One such place it took him was a networking event with a lot of older big shots, but one person looked to be about the same age as Alex. He went and talked to the person and found him to be genuinely nice. He also seemed to take an interest in magic.
Of course, Alex wanted to know what this person did with his life just the same. But as soon as he returned the question, he was interrupted by a request for his conversation mate to come on stage and be introduced to the members of the event as someone who had made close to $40 million in two years playing poker.
“So yeah,” laughed Alex of the encounter. “That was Fedor.”
Not one to shy away from interaction, Alex made sure to catch up with Fedor after he got off stage. The two connected pretty easily given that both were young and had relatively unconventional careers in magic and poker. They also mutually found each other’s careers fairly fascinating, and the friendship took root from there.
Fedor and Alex kept in touch, and after a few weeks passed Alex couldn’t shake poker and Fedor’s story from his mind. Having a YouTube channel with over 300,000 subscribers, Alex reached out to Fedor about doing some poker-related video content together.
The original concept involved Alex dusting off some money at low stakes and then saying the stakes needed to be higher, despite clearly having no idea what he was doing. From there, Fedor stepped in and turned like €5,000 into €20,000 in like an hour.
One thing led to another, and eventually, Pokercode CEO Johannes Mansbart contacted Alex to invite him to visit the Pokercode Grindhouse. Believe it or not, it wasn’t until the Grindhouse that Alex had his first formal introduction to the game of poker.
As anyone reading this knows, the intricacies and complexities of poker strategy can be some of the most fascinating things for our brains to study. Alex, too, fell into this camp after being exposed to the game on such a deep level at Grindhouse and was only more enthralled given the inclusive atmosphere of everybody there (one found all throughout the Pokercode community, might I shamelessly add). Everybody went out of their way to help wherever they could.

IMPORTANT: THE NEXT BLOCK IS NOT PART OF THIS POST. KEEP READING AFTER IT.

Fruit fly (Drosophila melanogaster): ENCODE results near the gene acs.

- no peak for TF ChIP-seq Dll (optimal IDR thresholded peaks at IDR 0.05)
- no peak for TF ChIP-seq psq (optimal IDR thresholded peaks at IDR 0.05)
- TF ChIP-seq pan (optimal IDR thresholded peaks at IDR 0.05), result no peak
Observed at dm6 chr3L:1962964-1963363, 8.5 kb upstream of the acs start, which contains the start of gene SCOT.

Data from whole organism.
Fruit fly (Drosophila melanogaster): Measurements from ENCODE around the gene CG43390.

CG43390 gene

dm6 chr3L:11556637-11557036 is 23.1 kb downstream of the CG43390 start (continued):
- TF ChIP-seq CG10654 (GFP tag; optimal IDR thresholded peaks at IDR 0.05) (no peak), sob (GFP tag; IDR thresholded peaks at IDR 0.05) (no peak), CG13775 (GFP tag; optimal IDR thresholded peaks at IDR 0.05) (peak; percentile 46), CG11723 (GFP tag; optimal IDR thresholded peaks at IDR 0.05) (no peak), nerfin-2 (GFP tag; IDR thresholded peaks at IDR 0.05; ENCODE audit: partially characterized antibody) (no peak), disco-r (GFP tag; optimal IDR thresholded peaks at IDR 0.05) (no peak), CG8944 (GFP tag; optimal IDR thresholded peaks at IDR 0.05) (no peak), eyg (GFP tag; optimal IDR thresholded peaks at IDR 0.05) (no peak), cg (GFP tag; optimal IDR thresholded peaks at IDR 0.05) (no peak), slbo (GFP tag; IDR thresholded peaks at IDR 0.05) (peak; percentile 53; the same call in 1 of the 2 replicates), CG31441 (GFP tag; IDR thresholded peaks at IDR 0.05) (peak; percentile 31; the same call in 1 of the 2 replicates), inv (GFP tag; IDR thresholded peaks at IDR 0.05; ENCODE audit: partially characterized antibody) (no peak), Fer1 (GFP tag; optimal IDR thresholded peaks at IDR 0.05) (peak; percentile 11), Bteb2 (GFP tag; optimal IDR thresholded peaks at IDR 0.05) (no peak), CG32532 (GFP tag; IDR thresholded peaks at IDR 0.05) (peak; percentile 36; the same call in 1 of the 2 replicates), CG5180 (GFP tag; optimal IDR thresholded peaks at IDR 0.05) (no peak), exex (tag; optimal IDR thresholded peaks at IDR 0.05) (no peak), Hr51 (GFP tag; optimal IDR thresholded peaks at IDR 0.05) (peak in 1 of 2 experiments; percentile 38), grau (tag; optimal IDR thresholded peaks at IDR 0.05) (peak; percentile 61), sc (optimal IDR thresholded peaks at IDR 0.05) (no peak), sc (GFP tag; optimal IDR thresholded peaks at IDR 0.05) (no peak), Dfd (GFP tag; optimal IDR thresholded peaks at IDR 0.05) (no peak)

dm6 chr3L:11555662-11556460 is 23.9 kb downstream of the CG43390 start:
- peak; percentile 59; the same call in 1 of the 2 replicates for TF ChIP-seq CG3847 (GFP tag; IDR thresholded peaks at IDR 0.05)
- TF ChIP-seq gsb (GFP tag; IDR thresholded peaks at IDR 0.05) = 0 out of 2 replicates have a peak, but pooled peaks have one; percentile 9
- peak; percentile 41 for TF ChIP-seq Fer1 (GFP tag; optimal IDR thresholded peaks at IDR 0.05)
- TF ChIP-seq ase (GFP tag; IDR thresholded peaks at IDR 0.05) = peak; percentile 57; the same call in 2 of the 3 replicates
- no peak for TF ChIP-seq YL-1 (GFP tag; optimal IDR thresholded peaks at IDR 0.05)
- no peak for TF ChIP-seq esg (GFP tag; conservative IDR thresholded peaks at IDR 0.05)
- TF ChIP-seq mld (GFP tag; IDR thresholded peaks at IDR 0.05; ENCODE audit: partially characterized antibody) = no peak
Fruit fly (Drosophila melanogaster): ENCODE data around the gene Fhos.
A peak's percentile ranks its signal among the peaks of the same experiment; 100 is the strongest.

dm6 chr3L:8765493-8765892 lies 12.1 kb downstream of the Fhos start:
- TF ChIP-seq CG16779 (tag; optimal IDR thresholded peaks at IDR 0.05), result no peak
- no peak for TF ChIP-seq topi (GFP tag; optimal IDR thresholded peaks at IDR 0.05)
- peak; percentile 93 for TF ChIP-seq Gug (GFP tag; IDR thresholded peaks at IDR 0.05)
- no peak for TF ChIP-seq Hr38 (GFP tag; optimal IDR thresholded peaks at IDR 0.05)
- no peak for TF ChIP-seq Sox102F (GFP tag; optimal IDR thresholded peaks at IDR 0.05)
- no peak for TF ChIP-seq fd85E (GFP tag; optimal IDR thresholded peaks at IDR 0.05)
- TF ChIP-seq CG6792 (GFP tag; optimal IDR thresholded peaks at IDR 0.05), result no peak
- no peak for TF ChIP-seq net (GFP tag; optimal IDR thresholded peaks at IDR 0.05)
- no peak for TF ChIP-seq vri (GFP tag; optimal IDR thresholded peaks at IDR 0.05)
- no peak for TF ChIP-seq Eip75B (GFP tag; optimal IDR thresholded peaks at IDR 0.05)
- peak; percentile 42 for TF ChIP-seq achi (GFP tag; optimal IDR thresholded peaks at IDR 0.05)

After Grindhouse, Alex really felt motivated to get into the game more and as such, has been steadily ramping up all aspects of his game (playing, studying, and receiving coaching). He also took from an idea that came up at Grindhouse, though with a much-more +EV modification.
The original idea was to take a complete novice (Alex) and send him to Vegas to compete at the WSOP completely dark. Just try it. But then he decided more dedicated preparation, coaching, etc. would probably bring about a better result.
With the above idea, “Road 2 WSOP” was born. The official announcement came in January 2021 and Alex has been working even harder on his game ever since. He’s playing more and becoming more familiar with elements of game flow and pattern recognition across similar situations. He’s also supplementing his play by studying Pokercode.
When he started, even much of the poker terminology was foreign to him. But he’s growing at a quick pace and able to see the progress he’s making as his understanding of the game expands.
“Now it’s just playing as much as I can, asking the right questions…and the next step for me now is I have a problem and I go to (a pro) and ask them, ‘Why is that how it is?’” Alex said. Then, they will dive in further and go from there with regards to seeing how else they can use the situation to help him grow as much and quickly as possible.